The Purple Pipe Project has begun in Ukiah. 40,000 feet of pipe. The director of water and sewer for Ukiah tells the Daily Journal it’s probably the largest water project since the dam was built which is being constructed along East Perkins Street. The pipeline being laid under agricultural properties first then city streets. The newspaper reports the pipe being laid south of the Ukiah Valley Wastewater Treatment Plant and should be moving north to the softball fields on River Street. New lined ponds for treated water will also be set up to hold 66 million gallons. The project to reduce, and one day stop sending discharged water from the Wastewater Treatment Plant into the Russian River.

More personnel and equipment sent to the Pawnee Fire in Lake County with both the acreage and the containment growing. The fire now at 13,700 with 30 percent containment. There are now more than 3,000 firefighters on the fire with more than 230 engines. 27 structures affected, including 12 gutted homes, 10 destroyed outbuildings and 3 homes and 2 other outbuildings with minor damage. Firefighters had better conditions yesterday to dig lines around the fire. That also meant lifting evacuation orders in the Spring Valley Lakes subdivision, but they’re still in place for the Double Eagle Ranch and the area of Walker Ridge. Lower Lake High is the Red Cross shelter. Roads still closed: New Long Valley Road at Highway 20, Old Long Valley Road at Highway 20, Walker Ridge at Highway 20 and Mule Skinner Road at Highway 20.

The Ukiah School’s Superintendent has had her employment agreement extended four more years. The Ukiah Unified Board of Education has ratified an addendum for Superintendent Deb Kubin’s contract unanimously. The extension after a satisfactory performance evaluation, apparently the highest mark to be received for an evaluation. She’s been the superintendent for 6 years with 20 years of experience in education, including several years in the Willits Unified School District and she’s been a principal, assistant principal and teacher.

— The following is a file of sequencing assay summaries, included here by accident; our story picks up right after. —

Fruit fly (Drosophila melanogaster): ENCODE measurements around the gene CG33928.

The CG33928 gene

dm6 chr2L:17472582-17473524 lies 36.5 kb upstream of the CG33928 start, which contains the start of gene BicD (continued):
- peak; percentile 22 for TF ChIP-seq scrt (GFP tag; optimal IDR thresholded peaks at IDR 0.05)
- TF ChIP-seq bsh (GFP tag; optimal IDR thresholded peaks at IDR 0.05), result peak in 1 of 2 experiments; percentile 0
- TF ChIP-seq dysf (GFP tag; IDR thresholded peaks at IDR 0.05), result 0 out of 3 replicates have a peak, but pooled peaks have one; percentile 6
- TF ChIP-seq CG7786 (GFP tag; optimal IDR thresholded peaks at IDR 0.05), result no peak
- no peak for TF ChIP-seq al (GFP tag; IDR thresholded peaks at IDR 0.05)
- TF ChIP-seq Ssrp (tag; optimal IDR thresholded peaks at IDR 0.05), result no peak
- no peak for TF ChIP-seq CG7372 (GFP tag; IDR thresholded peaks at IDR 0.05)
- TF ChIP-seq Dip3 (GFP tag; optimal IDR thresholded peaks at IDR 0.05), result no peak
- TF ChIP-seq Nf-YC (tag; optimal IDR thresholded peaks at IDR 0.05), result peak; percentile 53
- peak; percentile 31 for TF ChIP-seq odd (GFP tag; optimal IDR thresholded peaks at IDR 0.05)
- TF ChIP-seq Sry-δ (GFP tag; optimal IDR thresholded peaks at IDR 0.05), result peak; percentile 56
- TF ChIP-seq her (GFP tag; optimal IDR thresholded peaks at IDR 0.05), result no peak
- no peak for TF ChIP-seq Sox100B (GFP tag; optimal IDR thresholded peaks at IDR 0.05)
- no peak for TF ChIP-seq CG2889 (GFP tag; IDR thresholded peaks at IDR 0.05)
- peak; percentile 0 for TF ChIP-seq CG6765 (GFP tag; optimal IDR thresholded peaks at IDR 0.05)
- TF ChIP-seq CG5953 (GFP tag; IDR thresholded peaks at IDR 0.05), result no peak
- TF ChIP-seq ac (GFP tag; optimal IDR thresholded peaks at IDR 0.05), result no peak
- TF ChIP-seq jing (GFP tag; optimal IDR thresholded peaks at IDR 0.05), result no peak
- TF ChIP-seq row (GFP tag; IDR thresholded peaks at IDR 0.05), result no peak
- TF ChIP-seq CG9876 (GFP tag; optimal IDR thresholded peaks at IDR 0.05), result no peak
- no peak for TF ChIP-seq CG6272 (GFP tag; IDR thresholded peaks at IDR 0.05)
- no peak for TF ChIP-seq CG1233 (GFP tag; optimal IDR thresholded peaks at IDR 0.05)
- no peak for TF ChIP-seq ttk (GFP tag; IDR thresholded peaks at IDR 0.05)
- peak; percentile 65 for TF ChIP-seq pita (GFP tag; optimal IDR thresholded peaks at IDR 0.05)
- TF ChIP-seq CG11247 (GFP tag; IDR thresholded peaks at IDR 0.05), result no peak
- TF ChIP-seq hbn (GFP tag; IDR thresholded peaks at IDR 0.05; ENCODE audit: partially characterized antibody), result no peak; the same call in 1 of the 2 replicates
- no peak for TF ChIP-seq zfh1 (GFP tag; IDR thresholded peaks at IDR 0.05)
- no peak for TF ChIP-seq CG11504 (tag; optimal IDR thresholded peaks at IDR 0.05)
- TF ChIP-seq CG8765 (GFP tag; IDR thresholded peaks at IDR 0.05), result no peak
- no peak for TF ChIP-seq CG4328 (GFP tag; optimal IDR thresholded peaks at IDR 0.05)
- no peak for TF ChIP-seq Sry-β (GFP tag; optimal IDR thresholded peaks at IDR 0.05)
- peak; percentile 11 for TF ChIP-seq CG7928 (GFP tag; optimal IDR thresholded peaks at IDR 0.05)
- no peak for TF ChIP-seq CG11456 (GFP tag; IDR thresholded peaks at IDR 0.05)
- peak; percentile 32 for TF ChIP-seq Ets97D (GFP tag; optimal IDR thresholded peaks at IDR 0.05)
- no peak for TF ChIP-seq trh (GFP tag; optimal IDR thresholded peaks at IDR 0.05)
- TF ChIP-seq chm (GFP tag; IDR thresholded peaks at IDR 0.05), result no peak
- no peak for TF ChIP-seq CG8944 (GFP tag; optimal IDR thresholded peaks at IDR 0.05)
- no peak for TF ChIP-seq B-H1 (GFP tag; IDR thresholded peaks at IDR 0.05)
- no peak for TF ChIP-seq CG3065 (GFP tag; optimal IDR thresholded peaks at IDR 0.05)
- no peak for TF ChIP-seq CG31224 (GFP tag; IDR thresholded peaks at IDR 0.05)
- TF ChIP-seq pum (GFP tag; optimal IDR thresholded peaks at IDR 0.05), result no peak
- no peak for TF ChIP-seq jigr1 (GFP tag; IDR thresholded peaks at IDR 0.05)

A special meeting’s being held by the Ukiah City Council after an appeal against construction of an apartment complex near the corner of Norton and North Main streets. The 35 unit Main Street Village complex won a permit from the Ukiah Planning Commission at the end of May, but then City Council member Steve Scalmanini and a neighbor near the proposed building filed an appeal. Councilor Scalmanini said at the time he wasn’t totally against it, just that he thought it could be three-stories instead of two and more parking. And the neighbor who also signed the appeal says she was concerned about her property value after the building goes up and that it could block sunshine on her garden and that it could be impacted by chemicals sprayed on their proposed landscaping.

A multi-million dollar road project has been approved for a four lane expressway on Highway 29. The four-lane expressway has money now from federal, state and county resources and construction bids should be starting next year with completion of the $165M project in 2022. The project east of Diener Drive near Lower Lake for a raised highway about a half mile west of the junction with Highway 175, and about four miles south of Kelseyville. There will be a 36-foot median to divide cross traffic. There will be left turn lanes and new frontage roads, two wildlife crossings will also be built underneath the new road. Apparently this project only covers a third of the eight miles.

A man living like a hermit, alone on an island has been told he has to leave. Masafumi Nagasaki lives naked on the Pacific island, but is reported in ill health, so police picked him up. The 82 year old living by himself on the remote island of Sotobanari for almost 30 years to be alone. He told his family he wanted to be killed in a Typhoon on the island, but police got reports he looked weak and sick. He was found by a documentary filmmaker 4 years ago. And probably had the flu, but now is not allowed back to the island where he’s been since 1989 and nicknamed the naked hermit.